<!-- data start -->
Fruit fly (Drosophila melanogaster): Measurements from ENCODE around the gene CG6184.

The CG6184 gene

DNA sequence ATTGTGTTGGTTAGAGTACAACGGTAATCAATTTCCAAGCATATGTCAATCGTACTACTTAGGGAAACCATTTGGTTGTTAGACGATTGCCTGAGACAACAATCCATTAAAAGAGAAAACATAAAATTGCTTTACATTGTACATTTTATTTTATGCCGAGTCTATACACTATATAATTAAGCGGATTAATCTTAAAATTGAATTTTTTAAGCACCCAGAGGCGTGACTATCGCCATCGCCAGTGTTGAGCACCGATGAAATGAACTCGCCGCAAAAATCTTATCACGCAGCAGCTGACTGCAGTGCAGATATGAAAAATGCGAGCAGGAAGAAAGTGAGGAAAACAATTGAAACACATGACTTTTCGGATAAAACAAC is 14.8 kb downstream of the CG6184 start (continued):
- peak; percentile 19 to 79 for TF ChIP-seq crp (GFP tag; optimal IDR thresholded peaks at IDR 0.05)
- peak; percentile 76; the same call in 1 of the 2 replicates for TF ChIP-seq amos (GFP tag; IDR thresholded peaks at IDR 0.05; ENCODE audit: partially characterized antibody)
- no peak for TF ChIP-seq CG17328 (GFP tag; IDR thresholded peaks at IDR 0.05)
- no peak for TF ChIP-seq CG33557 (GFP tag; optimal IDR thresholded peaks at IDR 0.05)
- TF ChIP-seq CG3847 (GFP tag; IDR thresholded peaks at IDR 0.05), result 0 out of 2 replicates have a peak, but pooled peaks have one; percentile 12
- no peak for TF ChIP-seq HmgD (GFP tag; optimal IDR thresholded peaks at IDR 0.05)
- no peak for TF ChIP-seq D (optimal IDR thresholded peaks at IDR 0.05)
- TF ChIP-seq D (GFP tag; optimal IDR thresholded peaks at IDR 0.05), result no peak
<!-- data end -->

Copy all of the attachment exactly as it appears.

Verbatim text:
Fruit fly (Drosophila melanogaster): Measurements from ENCODE around the gene CG6184.

The CG6184 gene

DNA sequence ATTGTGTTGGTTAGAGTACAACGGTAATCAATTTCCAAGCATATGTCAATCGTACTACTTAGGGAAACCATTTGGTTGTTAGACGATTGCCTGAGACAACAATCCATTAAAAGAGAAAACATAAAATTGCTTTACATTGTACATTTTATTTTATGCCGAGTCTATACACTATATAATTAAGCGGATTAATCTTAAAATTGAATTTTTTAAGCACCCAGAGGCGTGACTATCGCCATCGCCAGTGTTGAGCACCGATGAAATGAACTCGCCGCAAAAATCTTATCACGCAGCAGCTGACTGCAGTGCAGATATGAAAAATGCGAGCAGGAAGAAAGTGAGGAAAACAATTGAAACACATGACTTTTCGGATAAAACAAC is 14.8 kb downstream of the CG6184 start (continued):
- peak; percentile 19 to 79 for TF ChIP-seq crp (GFP tag; optimal IDR thresholded peaks at IDR 0.05)
- peak; percentile 76; the same call in 1 of the 2 replicates for TF ChIP-seq amos (GFP tag; IDR thresholded peaks at IDR 0.05; ENCODE audit: partially characterized antibody)
- no peak for TF ChIP-seq CG17328 (GFP tag; IDR thresholded peaks at IDR 0.05)
- no peak for TF ChIP-seq CG33557 (GFP tag; optimal IDR thresholded peaks at IDR 0.05)
- TF ChIP-seq CG3847 (GFP tag; IDR thresholded peaks at IDR 0.05), result 0 out of 2 replicates have a peak, but pooled peaks have one; percentile 12
- no peak for TF ChIP-seq HmgD (GFP tag; optimal IDR thresholded peaks at IDR 0.05)
- no peak for TF ChIP-seq D (optimal IDR thresholded peaks at IDR 0.05)
- TF ChIP-seq D (GFP tag; optimal IDR thresholded peaks at IDR 0.05), result no peak